About 300,000 companies in the UK were classified as inactive in August 2009 according to Companies House statistics - that's almost 12% out of a total 2.6 million. Yet to remain on the register, these companies must still file annual accounts and returns otherwise Companies House will eventually strike them off.
Why are there so many dormant companies when the filing obligations are so onerous? The usual answer is that they are required for legal or commercial reasons even though they are not trading. A large proportion of them are flat management companies or investment holding companies. The sole reason for their existence is to own a fixed asset, usually the head lease or freehold of a property. Other companies own no assets at all and have never traded. These are likely to have been formed to protect a company name in anticipation of a future trade or some other commercial purpose. Once a company has been registered no other company is allowed to use the same name, so this can forestall competitors and others who may seek to mimic your trading identity. It can be a useful ploy if you have plans to incorporate an existing sole trader or partnership business at some point in the future. The other main category is those companies that simply do not trade any more. The owners may be in the process of dissolving them or they may wish to keep the company dormant in case it ever starts trading again.
What is a dormant company? It is one that has had no significant accounting transactions during the financial year. It should be noted here that dormant is not necessarily the same as non-trading. A non-trading company may still have significant accounting transactions, such as payment of debtors or creditors. For a company to have no significant accounting transactions it means that there must be no entries in its accounting records. The only exceptions are payments for shares and certain Companies House fees and penalties.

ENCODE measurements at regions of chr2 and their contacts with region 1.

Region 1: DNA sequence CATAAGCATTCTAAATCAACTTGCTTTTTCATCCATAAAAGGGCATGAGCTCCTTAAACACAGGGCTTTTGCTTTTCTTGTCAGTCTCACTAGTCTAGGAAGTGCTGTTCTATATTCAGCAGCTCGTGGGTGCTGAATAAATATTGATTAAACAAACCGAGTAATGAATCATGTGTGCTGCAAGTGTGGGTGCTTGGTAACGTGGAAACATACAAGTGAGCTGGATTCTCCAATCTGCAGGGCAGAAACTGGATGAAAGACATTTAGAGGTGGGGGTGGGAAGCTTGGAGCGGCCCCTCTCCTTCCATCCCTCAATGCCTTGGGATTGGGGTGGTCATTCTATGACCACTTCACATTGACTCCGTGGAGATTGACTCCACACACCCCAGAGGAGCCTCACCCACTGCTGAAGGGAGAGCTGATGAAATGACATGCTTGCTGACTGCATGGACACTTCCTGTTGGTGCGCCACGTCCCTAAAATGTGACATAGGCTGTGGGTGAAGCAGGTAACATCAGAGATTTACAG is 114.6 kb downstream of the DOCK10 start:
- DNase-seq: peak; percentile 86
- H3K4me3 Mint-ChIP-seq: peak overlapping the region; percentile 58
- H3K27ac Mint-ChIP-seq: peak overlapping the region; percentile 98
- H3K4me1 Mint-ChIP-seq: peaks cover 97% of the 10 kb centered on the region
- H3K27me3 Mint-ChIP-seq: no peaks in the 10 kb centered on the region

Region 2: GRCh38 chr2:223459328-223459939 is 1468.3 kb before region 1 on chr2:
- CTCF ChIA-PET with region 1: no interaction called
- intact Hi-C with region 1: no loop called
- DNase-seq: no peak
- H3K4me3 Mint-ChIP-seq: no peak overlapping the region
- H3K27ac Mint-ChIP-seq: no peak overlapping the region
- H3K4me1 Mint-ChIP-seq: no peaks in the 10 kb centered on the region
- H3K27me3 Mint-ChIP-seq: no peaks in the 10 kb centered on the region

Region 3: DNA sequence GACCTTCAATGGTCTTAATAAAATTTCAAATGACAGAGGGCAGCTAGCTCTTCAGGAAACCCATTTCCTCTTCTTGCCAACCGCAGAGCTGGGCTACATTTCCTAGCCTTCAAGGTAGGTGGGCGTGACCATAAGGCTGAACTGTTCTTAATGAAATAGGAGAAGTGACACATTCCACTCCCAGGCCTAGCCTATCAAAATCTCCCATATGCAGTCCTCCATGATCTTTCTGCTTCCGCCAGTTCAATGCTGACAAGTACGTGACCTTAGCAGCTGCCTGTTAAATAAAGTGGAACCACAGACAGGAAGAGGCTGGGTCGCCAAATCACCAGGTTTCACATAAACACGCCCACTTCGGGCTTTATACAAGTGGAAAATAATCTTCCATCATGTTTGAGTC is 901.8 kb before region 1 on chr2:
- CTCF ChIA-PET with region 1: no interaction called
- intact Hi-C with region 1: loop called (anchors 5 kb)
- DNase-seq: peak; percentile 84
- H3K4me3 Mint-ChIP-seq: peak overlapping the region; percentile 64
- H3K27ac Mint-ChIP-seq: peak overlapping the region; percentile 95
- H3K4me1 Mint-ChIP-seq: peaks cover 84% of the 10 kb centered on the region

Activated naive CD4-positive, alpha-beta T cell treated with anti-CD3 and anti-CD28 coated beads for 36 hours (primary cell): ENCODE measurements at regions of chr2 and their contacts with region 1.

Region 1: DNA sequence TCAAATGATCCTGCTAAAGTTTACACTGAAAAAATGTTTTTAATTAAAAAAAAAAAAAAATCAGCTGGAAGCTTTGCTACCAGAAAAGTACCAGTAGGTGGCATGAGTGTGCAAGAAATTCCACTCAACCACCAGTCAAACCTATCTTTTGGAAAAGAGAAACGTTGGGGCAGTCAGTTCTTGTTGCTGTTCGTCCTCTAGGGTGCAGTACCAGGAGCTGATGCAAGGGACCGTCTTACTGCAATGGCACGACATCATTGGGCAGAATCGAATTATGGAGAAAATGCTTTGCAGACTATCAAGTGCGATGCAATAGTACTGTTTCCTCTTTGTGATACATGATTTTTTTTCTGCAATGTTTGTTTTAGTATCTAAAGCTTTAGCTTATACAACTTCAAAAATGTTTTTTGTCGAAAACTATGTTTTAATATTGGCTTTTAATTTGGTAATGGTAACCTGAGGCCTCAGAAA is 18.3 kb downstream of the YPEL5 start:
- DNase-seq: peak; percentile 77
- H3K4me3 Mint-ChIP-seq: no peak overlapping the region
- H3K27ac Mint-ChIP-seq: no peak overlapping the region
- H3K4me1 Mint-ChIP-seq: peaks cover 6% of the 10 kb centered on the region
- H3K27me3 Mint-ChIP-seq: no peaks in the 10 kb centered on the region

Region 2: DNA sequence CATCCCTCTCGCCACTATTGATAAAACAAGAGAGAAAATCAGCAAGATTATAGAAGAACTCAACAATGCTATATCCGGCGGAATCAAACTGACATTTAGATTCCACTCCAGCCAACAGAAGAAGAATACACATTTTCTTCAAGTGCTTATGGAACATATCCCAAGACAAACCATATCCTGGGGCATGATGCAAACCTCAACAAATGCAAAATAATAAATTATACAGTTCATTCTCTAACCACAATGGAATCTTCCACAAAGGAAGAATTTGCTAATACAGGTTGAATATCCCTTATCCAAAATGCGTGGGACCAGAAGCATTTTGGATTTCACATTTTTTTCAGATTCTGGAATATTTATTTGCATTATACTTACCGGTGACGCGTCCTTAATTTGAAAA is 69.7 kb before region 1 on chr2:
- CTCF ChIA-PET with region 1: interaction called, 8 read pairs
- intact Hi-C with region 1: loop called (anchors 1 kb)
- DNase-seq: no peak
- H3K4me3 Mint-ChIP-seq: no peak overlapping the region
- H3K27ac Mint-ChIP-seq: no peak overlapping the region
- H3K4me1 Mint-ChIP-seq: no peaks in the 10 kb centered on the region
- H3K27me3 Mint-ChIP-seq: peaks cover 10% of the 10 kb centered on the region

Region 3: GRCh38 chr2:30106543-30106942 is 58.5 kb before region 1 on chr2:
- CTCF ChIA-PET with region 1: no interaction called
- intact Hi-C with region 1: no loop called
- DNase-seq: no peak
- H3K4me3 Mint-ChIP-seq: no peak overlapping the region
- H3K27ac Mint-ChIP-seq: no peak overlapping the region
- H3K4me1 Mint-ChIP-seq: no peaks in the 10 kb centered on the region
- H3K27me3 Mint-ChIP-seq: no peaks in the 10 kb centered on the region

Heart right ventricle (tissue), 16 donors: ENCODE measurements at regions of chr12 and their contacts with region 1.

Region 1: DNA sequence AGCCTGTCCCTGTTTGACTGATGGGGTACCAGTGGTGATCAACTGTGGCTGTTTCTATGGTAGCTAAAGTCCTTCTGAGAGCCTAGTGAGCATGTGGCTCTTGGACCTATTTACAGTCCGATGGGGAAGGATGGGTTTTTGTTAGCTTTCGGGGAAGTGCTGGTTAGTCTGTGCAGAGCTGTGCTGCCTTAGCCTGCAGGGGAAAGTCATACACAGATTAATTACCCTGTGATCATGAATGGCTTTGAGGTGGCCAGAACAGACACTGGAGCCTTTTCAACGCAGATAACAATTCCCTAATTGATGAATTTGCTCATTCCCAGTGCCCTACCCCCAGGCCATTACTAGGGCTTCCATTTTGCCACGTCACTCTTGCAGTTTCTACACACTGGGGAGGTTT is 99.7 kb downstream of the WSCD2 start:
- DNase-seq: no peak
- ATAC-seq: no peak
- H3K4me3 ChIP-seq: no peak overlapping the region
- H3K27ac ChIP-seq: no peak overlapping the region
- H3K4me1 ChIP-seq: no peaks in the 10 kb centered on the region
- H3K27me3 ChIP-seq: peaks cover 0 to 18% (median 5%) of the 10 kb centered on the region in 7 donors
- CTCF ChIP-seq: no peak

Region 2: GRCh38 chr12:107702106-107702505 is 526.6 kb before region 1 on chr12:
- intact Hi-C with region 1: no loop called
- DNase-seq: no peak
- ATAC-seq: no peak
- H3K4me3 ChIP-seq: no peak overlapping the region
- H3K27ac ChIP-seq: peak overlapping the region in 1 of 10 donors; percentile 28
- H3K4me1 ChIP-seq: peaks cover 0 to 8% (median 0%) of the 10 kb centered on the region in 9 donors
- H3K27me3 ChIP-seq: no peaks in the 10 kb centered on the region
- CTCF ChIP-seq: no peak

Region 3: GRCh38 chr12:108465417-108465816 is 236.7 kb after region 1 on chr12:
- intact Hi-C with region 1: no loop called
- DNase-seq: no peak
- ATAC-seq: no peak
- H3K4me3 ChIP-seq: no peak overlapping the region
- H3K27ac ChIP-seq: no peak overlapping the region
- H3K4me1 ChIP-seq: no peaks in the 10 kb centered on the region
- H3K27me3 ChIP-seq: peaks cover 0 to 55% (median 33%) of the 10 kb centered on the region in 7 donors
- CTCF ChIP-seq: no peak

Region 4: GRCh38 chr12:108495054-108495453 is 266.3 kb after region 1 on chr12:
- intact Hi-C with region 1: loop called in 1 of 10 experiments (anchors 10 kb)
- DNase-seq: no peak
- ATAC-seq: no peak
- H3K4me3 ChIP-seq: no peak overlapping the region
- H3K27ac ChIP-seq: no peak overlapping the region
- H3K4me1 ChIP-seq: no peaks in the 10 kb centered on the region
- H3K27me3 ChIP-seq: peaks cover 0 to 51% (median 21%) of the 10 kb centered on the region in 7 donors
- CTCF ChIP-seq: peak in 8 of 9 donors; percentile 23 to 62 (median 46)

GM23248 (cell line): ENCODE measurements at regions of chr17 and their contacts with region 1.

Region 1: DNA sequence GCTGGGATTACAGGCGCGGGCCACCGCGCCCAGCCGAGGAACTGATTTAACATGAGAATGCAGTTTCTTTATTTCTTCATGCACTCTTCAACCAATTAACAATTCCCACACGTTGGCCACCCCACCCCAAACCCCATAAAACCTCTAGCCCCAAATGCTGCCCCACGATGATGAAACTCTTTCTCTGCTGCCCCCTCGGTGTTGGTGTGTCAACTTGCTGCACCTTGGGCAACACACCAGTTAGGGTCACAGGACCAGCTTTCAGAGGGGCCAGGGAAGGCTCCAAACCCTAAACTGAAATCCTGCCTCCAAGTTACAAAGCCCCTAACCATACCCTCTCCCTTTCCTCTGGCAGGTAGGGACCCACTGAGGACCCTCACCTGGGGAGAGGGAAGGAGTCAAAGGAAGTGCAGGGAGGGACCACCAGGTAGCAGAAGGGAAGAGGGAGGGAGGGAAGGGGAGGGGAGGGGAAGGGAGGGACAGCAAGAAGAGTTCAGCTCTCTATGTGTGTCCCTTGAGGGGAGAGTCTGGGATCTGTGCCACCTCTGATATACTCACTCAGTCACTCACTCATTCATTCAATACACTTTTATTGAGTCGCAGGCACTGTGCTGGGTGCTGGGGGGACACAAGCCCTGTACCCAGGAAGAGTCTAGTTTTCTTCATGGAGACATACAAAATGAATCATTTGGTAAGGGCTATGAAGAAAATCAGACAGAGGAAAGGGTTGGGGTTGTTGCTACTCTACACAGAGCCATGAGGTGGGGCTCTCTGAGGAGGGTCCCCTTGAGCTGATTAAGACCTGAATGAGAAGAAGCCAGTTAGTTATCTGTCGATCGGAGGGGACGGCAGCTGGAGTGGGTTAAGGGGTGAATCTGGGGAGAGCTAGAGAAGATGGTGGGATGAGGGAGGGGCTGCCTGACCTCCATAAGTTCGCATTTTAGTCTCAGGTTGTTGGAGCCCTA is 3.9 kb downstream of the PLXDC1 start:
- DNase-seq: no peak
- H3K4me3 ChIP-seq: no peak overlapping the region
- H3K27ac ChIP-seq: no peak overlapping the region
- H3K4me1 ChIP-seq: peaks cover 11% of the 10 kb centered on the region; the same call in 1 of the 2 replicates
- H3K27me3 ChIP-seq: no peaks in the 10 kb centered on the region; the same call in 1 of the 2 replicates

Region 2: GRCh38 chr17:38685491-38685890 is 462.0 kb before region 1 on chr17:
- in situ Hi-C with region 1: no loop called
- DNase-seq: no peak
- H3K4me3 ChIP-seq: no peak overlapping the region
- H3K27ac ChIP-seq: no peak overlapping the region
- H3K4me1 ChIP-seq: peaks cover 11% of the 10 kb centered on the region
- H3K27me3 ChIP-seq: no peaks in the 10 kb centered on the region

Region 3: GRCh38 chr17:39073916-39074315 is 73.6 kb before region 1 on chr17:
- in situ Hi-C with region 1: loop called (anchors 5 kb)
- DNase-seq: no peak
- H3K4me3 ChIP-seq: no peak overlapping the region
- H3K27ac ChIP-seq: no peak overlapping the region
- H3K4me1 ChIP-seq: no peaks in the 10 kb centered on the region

A dormant company only has to file an abbreviated Balance Sheet and a few notes, such as accounting policies, share capital, fixed assets, details of indebtedness (such as bank loans or trade creditors), details of any subsidiaries and details of any related party transactions such as participator loans. You also need to show comparative figures for the previous financial year. This last requirement makes it expedient to ensure that all residual balances in the accounts are closed out before the company becomes dormant. Amounts owing to or from debtors and creditors, including taxes, should be settled before the end of the last non-dormant financial period, fixed assets and stock should be written down to their net realisable value and bank accounts should be closed, as you will not then be able to file dormant accounts at all if there is any interest or bank charges in the next financial period. It may be a good idea to extend the financial year end for a few months to ensure that all of this can be done before the accounts are filed and that no further accounting transactions arise in the future.
Assuming that you can file accounts completely unchanged since the previous year (including comparative figures) you may be able to use Companies House Form DCA. This is a pro-forma balance sheet containing all the required statements but with the bare minimum of financial data. All you need to do is enter the company name, number and financial year end, the figures for share capital, net assets and shareholders funds and sign it. This is normally only applicable to companies that have never traded but can also be used for other dormant companies provided you have no fixed assets, debtors, creditors or reserves. However, it is probably just as easy to re-print your accounts for the previous year and change the dates.